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Longtime New Yorkers Angela Tiffin and Andrew Nichols bought their first brownstone in South Park Slope in May 2012, and have spent two years renovating—first, their own duplex apartment and in recent months, a third-floor rental unit—much of it with their own hands. You can read more about the project at their blog, Brownstone Cyclone.
Before starting our renovation we considered ourselves savvy consumers. We knew how to research online, we’d renovated a small kitchen and bathroom in our apartment, and we'd watched hours of HGTV and the DIY network. The reality? When it came time to choose a contractor, we made rookie mistakes—and paid for them with time and money. Here, what we learned:
Don’t rush the bidding process
When you're paying down a mortgage at New York prices—and rent, to boot—you're going to feel pressured to get the project started. We'd originally planned to give the contractors four weeks to put together their bids, but then our architect was two weeks late with the plans.
Our first mistake was forcing the contractors to finish their bids in a mere two weeks, which we did because we needed to pour the foundation before the ground froze that winter. (Delaying this to the spring would have been a financial disaster.) As a result, we started out with five bidders, but three weren't able to complete their proposals in time, leaving us with only two options.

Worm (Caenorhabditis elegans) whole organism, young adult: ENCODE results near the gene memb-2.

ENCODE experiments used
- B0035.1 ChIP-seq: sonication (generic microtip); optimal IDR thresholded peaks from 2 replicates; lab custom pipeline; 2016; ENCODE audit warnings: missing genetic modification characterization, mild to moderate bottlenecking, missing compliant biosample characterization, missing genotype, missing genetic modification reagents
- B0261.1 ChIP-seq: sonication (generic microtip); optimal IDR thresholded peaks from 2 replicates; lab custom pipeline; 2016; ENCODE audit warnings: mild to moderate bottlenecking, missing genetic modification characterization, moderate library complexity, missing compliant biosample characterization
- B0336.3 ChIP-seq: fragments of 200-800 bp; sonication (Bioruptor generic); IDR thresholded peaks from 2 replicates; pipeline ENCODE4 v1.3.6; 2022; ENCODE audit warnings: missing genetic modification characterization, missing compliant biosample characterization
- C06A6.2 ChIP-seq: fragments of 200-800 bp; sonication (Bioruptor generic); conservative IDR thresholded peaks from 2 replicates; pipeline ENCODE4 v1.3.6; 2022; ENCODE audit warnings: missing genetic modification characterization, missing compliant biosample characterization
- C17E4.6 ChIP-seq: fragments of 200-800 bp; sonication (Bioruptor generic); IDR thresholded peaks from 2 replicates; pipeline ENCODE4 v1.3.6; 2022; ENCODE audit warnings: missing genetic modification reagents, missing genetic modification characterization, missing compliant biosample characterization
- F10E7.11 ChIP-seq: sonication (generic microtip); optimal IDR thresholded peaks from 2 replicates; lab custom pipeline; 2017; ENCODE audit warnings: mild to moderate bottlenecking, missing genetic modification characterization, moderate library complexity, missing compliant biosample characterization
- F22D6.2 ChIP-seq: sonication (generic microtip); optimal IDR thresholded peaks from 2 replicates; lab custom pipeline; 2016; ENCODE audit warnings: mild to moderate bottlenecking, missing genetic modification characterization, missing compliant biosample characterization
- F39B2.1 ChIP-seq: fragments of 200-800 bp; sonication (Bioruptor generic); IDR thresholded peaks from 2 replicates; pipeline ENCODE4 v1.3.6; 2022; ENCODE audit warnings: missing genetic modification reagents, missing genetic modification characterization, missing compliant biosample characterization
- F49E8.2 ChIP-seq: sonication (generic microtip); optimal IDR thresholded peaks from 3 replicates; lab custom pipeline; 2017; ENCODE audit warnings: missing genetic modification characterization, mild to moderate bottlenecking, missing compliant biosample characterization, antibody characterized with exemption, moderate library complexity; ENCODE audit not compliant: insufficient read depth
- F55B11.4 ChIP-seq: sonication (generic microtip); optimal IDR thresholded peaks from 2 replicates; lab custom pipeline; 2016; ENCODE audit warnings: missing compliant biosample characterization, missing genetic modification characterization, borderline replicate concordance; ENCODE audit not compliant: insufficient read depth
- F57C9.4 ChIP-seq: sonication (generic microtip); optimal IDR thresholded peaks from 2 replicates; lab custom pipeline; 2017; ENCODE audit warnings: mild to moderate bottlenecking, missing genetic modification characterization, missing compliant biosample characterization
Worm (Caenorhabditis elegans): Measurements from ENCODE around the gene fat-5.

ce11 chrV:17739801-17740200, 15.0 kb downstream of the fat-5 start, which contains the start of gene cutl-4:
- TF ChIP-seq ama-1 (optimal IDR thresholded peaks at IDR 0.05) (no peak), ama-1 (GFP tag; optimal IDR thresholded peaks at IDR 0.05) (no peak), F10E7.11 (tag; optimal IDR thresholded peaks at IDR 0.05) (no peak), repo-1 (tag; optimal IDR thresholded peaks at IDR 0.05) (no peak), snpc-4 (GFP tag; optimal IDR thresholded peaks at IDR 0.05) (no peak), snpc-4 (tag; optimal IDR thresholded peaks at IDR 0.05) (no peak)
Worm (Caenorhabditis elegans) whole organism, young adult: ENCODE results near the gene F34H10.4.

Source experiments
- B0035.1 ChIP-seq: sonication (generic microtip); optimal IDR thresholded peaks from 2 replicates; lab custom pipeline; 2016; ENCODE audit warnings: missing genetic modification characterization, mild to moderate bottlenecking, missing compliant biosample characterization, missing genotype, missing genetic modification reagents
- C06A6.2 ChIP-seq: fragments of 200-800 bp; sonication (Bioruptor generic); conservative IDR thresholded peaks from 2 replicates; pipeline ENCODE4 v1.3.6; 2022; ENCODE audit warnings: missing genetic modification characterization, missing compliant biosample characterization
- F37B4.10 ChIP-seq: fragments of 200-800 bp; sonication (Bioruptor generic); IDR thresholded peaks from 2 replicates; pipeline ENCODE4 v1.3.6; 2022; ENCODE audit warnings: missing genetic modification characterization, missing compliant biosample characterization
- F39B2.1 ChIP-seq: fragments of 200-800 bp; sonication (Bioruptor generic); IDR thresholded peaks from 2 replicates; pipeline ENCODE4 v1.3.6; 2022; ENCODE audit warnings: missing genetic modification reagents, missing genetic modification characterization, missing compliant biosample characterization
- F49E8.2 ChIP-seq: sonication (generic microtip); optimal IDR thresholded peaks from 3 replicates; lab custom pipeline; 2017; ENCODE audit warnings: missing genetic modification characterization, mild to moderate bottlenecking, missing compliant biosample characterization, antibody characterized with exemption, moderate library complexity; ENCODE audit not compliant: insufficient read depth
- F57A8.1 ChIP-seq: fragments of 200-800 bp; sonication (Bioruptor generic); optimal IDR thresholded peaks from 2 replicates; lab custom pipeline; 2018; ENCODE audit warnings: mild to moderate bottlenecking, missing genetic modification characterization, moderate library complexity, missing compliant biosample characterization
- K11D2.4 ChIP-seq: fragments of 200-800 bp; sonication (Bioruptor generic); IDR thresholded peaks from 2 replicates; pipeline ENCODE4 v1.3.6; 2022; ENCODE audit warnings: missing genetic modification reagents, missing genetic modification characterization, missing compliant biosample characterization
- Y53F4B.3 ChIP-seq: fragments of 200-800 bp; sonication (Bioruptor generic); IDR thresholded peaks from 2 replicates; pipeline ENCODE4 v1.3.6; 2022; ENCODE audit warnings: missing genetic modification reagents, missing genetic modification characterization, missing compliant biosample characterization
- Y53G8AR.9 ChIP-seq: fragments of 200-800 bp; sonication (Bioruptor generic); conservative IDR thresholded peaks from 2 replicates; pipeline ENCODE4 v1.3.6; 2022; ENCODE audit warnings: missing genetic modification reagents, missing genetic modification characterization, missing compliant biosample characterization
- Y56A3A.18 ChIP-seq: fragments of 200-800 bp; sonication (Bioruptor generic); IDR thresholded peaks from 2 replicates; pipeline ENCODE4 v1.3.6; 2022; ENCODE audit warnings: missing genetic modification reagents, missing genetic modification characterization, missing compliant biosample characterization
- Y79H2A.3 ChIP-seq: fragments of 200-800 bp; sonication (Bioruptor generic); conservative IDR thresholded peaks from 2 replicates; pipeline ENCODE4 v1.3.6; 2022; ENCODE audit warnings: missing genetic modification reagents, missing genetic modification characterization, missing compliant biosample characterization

Our second mistake was that we didn't have time to properly vet the contractors (more on that below). The one we picked—let's call them Company X—was about $30,000 cheaper than the other, but they wound up not having a good handle on the work, which led to misunderstandings and costly changes to the project down the road.
Check relevant references
Maybe you're thinking this is a no brainer. But it was exactly where we went wrong. For a reference, Company X connected us with the owner of a neighborhood brownstone, which we visited. But we were so distracted by the house's period details that we forgot to ask the owner what the firm had actually done, and how reliable they'd been. We learned later that only a “restoration specialist,” not the firm itself, had worked on it—and that was when he was with a different company. We based our decision partly on the fact that this guy had restoration experience, but once we started our renovation, he showed up only when an invoice was due.